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Forced contraception

Forced contraception has been suggested as a legal means to address certain social problems, specifically to prevent women convicted of child abuse or drug abuse from having more children. The technical means to achieve this end are currently available without recourse to the more intrusive and permanent process of sterilization, which has been used in the past. Norplant is the name of the device that can be implanted in the arm and that can prevent pregnancy. The issue has engendered considerable argument, with opponents seeing this as an unnecessary and unwarranted government invasion or as the precursor to an even more widespread use of this method for preventing different groups of people from having children--those on welfare, for instance, or people convicted of crime having nothing to do with children. Proponents see this as a necessary step to protect children and to assure that society will not have to care for the children of drug abusers and child molesters. Forced sterilization is in fact a necessary step society has to take to protect children and to control those who have proven that they cannot control themselves.

In Skinner v. Oklahoma, decided in 1942, the Supreme Court outlawed governmentimposed involuntary sterilization or sterilization without informed consent, stating that it violated the constitutional right to procreate (316 U.S. 535 [1942]). There have been a number of Supreme Court decisions declaring contraception and abortion to be constitutionally protected, and these decisions have been interpreted to show that there is a constitutional right to voluntary contraceptive sterilization. Forced sterilization is a different matter.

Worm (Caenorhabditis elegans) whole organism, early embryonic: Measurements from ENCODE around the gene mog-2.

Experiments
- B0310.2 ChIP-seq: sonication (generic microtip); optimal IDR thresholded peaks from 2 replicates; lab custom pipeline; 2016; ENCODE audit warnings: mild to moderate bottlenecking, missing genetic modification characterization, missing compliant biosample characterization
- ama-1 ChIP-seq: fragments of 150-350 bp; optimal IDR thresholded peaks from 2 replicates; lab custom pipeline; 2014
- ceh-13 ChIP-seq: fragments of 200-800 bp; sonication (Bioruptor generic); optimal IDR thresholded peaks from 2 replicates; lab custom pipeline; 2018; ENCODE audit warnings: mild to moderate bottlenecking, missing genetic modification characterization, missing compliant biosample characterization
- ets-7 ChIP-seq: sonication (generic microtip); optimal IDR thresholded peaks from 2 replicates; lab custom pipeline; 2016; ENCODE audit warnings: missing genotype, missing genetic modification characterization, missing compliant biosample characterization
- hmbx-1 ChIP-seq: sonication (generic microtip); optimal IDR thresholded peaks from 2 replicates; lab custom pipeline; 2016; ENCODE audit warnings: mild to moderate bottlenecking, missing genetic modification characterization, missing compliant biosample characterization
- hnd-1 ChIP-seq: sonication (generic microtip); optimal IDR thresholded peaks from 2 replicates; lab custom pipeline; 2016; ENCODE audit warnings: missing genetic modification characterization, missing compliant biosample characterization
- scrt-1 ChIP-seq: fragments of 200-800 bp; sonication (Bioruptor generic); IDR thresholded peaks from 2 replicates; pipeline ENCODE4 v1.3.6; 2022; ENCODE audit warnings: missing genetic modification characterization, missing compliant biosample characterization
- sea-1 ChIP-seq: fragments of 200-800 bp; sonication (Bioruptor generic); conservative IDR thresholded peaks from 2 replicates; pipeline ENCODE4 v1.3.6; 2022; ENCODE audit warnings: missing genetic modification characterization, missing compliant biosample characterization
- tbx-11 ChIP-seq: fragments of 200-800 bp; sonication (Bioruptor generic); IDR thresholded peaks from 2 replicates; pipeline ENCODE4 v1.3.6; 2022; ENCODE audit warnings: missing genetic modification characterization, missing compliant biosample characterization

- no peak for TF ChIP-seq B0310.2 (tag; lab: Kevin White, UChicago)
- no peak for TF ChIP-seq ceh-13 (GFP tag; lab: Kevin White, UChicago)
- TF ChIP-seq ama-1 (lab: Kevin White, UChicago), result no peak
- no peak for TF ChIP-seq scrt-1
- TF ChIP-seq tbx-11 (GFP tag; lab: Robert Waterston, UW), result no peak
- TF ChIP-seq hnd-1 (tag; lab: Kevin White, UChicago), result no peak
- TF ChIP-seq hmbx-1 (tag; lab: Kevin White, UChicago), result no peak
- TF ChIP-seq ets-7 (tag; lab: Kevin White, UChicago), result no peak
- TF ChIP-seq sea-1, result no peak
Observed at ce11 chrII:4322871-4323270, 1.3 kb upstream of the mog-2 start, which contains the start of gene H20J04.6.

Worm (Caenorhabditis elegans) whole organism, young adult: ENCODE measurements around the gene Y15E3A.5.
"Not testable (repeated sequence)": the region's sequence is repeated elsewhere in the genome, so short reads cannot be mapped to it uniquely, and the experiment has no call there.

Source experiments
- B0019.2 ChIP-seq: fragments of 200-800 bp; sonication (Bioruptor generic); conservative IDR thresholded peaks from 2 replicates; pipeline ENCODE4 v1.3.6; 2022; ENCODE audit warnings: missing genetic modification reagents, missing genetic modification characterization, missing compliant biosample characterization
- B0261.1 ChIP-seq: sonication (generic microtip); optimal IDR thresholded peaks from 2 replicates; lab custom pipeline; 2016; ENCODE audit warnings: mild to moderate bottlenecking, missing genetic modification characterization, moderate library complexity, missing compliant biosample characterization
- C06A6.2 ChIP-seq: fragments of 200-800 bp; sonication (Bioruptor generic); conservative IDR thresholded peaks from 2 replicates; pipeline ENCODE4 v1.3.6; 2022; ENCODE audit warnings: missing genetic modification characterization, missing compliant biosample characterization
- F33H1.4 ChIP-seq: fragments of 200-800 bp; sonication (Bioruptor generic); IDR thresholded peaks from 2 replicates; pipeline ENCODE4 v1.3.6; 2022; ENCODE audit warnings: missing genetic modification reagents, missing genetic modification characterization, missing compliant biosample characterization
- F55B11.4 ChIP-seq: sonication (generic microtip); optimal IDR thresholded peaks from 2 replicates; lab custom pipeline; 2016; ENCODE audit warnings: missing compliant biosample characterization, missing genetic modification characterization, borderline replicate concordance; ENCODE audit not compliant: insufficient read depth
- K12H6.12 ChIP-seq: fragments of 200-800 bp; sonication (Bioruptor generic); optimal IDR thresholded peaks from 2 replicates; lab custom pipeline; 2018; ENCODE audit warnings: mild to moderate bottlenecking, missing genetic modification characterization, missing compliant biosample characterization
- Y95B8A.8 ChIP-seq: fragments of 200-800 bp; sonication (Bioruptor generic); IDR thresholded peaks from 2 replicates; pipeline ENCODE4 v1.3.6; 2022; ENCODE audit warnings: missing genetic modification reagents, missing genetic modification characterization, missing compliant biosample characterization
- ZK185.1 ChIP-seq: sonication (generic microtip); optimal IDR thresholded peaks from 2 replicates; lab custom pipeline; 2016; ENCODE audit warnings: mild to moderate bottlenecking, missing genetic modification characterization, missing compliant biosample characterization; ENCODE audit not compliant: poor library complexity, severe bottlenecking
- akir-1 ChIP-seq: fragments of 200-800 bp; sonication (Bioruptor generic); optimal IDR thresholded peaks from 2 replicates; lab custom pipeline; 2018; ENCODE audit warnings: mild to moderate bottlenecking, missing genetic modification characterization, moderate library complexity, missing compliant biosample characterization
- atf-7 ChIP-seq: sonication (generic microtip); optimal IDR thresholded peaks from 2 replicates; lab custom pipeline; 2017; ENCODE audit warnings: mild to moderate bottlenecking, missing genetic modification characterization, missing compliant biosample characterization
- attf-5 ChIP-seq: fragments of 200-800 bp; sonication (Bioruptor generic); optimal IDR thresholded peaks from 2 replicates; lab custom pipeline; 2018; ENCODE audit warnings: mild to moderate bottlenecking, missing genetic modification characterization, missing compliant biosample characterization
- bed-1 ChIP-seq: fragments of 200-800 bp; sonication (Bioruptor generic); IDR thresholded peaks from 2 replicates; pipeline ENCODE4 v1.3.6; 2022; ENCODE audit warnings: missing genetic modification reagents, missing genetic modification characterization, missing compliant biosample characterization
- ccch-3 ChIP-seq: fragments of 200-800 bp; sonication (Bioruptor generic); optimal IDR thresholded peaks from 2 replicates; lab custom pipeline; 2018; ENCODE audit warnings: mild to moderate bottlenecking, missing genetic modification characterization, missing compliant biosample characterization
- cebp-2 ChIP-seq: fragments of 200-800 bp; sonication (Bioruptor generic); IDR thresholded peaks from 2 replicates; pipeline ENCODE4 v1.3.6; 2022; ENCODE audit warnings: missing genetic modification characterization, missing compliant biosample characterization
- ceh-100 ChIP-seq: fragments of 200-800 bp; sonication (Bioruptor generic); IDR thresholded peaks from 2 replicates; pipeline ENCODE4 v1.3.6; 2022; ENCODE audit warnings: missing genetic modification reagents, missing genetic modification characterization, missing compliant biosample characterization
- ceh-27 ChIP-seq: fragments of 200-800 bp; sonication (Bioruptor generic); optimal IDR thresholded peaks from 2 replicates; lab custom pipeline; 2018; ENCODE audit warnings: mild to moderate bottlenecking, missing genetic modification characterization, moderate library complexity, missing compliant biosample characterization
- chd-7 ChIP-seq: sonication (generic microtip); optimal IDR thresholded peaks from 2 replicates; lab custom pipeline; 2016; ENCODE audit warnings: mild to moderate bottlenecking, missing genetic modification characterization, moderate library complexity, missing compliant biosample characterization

Robertson (1995) points out that the development of Norplant has brought this argument to the forefront given that the device makes it possible for the state to eliminate what it may see as irresponsible reproduction. This is a controversial trend, and people have re...

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Forced contraception. (1969, December 31). In Retrieved 11:50, May 22, 2019, from